No, that is pretty much how I understand it. I just think it's a bit hypocritical of players who have signed front loaded contracts that can take real dollars from other players to complain about a provision that will essentially do the same thing to players who sign future contracts.

    The solution should be for the NHLPA to meet owners somewhere in the middle on this make whole provision. The players keep talking about concessions, but they really haven't conceded anything.

  4. #224
    Quote Originally Posted by BigEastDeac View Post
    No, that is pretty much how I understand it. I just think it's a bit hypocritical of players who have signed front loaded contracts that can take real dollars from other players to complain about a provision that will essentially do the same thing to players who sign future contracts.
    The players have gotten about 97% of their salaries under the old CBA. So, even with front loaded contracts, they've managed to get most of their salary. What do you think that % will be if the 12% annual rollbacks of salary are thrown into the same pot? I don't think its reaelly comparable.

    Players who sign contracts under the new CBA will get screwed the worst, sure, but all players will have their escrow payments used to cover deferred rollbacks before getting that money back. So Ted Leonsis wants to take money out of Ovi's left pocket, put it in his right pocket, and proclaim "ta da! You've been made whole." Again, sketchy, not to mention misleading.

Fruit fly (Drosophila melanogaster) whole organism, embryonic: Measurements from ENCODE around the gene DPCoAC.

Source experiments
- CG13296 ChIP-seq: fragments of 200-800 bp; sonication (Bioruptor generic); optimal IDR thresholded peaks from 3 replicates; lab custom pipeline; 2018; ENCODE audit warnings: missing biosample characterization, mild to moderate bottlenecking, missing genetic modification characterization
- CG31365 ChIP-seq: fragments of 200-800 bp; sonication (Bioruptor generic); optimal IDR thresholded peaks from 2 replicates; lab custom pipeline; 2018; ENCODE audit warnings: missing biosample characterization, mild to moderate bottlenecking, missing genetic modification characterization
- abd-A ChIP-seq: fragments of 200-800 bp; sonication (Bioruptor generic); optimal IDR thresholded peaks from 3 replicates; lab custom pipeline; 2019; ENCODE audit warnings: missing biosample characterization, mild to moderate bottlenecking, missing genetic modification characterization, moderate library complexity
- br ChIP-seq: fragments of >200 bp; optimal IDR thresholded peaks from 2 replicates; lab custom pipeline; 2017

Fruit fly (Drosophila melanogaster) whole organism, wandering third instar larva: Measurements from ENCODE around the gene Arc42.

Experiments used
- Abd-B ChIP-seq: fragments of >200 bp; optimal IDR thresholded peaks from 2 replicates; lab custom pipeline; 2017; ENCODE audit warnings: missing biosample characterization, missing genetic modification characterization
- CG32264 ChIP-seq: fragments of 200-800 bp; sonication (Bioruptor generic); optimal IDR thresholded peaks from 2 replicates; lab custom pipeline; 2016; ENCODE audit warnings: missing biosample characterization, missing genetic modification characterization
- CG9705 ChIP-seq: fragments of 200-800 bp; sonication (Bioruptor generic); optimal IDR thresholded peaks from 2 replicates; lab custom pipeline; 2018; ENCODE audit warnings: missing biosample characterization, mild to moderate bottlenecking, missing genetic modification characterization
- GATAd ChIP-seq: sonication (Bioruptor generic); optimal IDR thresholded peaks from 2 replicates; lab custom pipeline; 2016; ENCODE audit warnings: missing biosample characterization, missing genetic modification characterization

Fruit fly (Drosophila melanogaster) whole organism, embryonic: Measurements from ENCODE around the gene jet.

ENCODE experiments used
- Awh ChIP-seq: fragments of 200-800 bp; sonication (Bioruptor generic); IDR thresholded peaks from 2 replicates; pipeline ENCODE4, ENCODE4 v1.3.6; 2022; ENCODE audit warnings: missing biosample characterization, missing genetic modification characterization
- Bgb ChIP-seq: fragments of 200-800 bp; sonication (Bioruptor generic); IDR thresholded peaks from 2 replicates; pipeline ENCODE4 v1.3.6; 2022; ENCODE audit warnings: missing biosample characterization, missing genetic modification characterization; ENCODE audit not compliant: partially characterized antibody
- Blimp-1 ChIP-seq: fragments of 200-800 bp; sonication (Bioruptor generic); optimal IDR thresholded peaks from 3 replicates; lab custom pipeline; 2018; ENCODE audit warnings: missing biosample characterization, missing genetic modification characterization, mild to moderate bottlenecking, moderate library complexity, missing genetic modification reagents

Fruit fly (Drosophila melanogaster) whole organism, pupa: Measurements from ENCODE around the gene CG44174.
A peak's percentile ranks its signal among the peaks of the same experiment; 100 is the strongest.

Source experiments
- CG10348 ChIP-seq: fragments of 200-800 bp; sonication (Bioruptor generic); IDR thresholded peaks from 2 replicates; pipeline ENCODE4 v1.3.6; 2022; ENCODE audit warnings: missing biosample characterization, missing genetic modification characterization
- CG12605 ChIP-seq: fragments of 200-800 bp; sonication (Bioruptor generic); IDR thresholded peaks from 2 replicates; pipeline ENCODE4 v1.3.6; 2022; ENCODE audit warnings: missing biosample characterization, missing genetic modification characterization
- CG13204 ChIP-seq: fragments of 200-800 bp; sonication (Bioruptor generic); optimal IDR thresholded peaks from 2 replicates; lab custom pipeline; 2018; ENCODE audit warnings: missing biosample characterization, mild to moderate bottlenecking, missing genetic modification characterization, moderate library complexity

5. #225
    Warning: I'm about to get full on business nerd-y in the following posts. So if you're here for hockey and aren't interested in the business aspect, feel free to skip over them. (If you all don't do that anyway with my posts.)

    Quote Originally Posted by BigEastDeac View Post
    The solution should be for the NHLPA to meet owners somewhere in the middle on this make whole provision. The players keep talking about concessions, but they really haven't conceded anything.
    I would love it if the players would negotiate off make whole, if only because it would speed up the process. Bettman is practically begging them to, and has been since October when he cut off talks, but claimed that Fehr could call him to talk about the make whole portion of the offer. (Which leads to the question: from what you know of Bettman, if you are negotiating with him, and he is begging you to do something, what are the chances whatever he wants you to do is in your best interest?)

    The league is determined to make "make whole" a real thing. I really think it is a Luntz creation. It is not too complicated, misleading, and comes with an easy to remember name. They are trying to brand their solution. "Make Whole." And they want to negotiate in that framework.

    It is also relatively easy to defend against. If they were actually interested in making the contracts whole, it would cost $590MM, according to the NHLPA. And the NHL can't argue with that number, not with any credibility anyway. Because they came up with almost the exact same number. They said, when the players made their offers in October, if they dropped the share to 50/50 but were required to honor all existing contracts, it would cost $600MM outside of the 50/50 split.